Walk down any street in Myanmar and you’re never far from a steaming bowl of mohinga, a fish-based noodle soup recognised as the national dish. Rice noodles are scooped into the bowl first, then aromatic catfish soup with sliced banana trunk, and finally a selection of toppings that might include lemon juice, coriander, fish sauce, dried chilli flakes and fried shallots. It’s usually eaten for breakfast everywhere from street corners to hotels.
In Perth, the most authentic version pops up at the monthly Burmese Food Fete, put on by the Burmese Association of Western Australia (BAWA) on the second Saturday of each month. Set up in 1965 to assist migrants and refugees arriving from Burma, nowadays it focuses on fundraising for charitable programs, including orphanages and schools in Myanmar. The food fete has been running for the past 25 years and contributes thousands of dollars every month, thanks to the support of the community and volunteer cooks.
BAWA president Michael D’Souza [note: couldn't verify] has three words of advice for food fete first-timers: “don’t come late”. Located in the community hall at The Australian Asian Association of Western Australia, it starts at 10am and finishes at 1pm – but by noon most dishes have sold out. Visitors exchange money for plastic tokens at the entrance and then hit up their favourite stalls, set up on trestle tables with colourful plastic tablecloths. It’s incredibly affordable, which is one of the reasons locals buy enough to stock their freezers until the following month.
Fried snacks like spring rolls and samosas are $1, while mains like chicken biriyani, ohn-no khaut swei (Burmese laksa) and nangyi thoke (a noodle dish referred to as a salad) are between $6 and $8. There are also desserts like burfi (a condensed-milk slice similar to fudge), semolina cake called sanwei makin and falooda, a dessert-drink hybrid with a coconut milk base, ice-cream and jellies. But the mohinga station is the most popular.
For the last 10 years, Sharon Webber has helped her mother run the mohinga stall. They’ve gained a sparkling reputation among Burmese and non-Burmese locals who return each month for a fix. “The recipe for mohinga always has the same ingredients,” says Webber, “but everyone has a different touch, so it comes up different. Some just have more love and passion, you know?”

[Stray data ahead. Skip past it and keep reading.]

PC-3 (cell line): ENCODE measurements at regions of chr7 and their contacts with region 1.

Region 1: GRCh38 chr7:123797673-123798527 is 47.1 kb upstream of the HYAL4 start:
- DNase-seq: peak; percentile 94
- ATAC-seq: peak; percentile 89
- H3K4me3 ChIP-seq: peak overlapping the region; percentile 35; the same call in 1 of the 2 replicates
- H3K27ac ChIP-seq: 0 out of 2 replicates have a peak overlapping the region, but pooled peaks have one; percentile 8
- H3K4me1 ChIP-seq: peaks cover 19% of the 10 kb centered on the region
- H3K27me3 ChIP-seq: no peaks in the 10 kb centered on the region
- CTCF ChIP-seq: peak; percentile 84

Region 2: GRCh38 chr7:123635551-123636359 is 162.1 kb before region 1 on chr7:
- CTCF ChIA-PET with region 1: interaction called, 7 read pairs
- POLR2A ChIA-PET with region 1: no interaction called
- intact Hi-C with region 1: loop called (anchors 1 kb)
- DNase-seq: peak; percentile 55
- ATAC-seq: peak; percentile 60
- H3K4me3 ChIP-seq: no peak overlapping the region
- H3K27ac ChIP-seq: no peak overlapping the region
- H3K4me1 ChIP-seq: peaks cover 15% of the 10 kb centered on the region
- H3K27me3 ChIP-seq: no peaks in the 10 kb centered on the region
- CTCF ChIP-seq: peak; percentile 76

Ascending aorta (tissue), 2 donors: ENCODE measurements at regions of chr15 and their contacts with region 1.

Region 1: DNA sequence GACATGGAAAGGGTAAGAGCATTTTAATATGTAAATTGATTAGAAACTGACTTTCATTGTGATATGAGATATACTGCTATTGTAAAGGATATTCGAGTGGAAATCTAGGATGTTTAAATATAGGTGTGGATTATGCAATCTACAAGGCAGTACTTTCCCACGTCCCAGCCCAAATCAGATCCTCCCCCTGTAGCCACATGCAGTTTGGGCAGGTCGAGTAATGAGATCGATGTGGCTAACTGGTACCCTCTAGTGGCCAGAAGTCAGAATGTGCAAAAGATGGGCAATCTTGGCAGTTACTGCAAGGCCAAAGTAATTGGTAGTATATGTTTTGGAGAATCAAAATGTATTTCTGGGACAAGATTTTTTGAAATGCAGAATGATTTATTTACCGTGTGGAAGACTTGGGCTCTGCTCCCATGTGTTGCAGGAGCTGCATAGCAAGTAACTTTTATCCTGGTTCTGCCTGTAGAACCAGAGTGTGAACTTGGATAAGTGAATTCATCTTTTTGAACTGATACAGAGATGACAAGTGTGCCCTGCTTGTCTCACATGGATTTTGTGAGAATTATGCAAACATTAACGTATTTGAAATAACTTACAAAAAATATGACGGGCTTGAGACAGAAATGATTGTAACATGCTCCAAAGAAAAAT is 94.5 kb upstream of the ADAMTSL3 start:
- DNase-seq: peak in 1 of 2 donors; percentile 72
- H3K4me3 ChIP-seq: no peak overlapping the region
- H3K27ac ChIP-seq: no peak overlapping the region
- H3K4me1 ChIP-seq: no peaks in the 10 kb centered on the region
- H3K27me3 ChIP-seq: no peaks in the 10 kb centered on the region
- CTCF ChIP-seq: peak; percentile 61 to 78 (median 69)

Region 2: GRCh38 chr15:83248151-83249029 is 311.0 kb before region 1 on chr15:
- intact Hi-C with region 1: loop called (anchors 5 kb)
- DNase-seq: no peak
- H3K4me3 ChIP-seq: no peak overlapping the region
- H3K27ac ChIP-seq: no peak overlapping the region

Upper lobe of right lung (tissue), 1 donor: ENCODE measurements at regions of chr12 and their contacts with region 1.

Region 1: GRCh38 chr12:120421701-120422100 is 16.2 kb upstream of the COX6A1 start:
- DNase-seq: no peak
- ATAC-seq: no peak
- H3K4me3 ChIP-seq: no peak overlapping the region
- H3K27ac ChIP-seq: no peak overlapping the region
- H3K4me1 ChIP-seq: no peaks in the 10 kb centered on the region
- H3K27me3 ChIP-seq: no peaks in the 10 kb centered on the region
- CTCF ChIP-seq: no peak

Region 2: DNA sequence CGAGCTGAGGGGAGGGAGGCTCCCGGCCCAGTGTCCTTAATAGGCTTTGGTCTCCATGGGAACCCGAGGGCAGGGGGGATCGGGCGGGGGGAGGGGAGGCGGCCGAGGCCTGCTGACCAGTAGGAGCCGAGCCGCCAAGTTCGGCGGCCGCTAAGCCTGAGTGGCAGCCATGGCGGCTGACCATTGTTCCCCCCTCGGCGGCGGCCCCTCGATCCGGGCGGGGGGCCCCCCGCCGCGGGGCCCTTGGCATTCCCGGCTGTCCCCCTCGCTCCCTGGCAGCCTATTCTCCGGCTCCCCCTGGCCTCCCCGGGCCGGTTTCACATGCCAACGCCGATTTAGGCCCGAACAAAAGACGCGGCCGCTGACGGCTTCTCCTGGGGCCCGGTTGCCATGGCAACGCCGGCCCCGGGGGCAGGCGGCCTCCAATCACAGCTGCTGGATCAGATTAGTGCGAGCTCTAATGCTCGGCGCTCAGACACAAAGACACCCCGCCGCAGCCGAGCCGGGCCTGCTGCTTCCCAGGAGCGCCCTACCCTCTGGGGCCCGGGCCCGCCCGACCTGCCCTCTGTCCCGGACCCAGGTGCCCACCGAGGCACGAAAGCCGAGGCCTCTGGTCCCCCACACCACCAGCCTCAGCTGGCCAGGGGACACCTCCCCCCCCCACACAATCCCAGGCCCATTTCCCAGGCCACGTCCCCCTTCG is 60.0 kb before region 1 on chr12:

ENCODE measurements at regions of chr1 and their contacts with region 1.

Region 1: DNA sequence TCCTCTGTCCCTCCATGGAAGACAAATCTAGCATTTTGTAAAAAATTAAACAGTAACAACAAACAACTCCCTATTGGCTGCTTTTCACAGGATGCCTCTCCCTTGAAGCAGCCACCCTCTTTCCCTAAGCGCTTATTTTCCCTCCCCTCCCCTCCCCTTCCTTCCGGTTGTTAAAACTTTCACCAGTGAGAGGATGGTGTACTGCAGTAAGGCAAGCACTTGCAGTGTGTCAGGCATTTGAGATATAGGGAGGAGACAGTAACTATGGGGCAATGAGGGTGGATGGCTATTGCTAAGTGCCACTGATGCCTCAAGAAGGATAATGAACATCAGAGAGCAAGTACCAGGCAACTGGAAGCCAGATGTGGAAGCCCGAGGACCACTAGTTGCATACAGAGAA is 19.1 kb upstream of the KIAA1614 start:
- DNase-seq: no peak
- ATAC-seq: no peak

Her father’s side of the family moved to Perth nearly 50 years ago, but he stayed behind to marry her mother, who was known for her food despite not having a professional cooking background.
BAWA president Michael D’Souza has three words of advice for food fete first-timers: “don’t come late”.
Sharon Webber moved to Perth in 2005. Back in Myanmar, the family would cook a big pot of mohinga and donate it to those who needed it most. At the Burmese Food Fete, Webber estimates they sell around 160 bowls of mohinga in a couple of hours.
“People love mum’s cooking because she’s more authentic. Some people move here and then they change recipes to make them a more Australian way, but she’s keeping it the traditional way,” she says. “There are a lot of non-Burmese people, too. They taste it for the first time, and then they keep coming back.”
D'Souza confirms that most of the 300 to 400 people who visit the food fete each month aren’t Burmese.
“It’s a chance to see a different type of food. Even though we have a lot of influence and are surrounded by many countries, it’s a very unique flavour,” he says. Thailand, Laos, China, India and Bangladesh border Myanmar, and their influence can be tasted at the different stalls. In the motherland, even mohinga varies not just between regions, but with them – Myanmar has eight main ethnic groups, each with regional clusters that vary in language, beliefs and cuisine. “Burmese culture is unique and I don’t know how to describe it. As with every culture, you have to experience it, live it, to fully understand and appreciate it,” says D'Souza. “What is Burmese food? It’s fusion but of typical Southeast Asian food, and if you enjoy Malay or Thai or Indian Chinese food, you will enjoy Burmese food.”
10 am – 1 pm on the second Saturday of the month
A feature of Burmese cuisine is toasted chickpea flour (besan), which is commonly used as a thickener for soups or, like here, sprinkled over salads.
Sipyan, the Burmese word for curry, means ‘oil returns’, and refers to how the curry is cooked until the oil comes back to the surface.
This popular Burmese salad is packed with traditional and refreshing flavours.
This is a hearty salad full of refreshing flavours and textures, and a favourite dish in Burmese cuisine.
A long ingredients list goes some way to explaining the sweet, sour and salty notes of this complex noodle soup, one of the national dishes of Myanmar. It typically includes banana stem, but we’ve used banana blossom.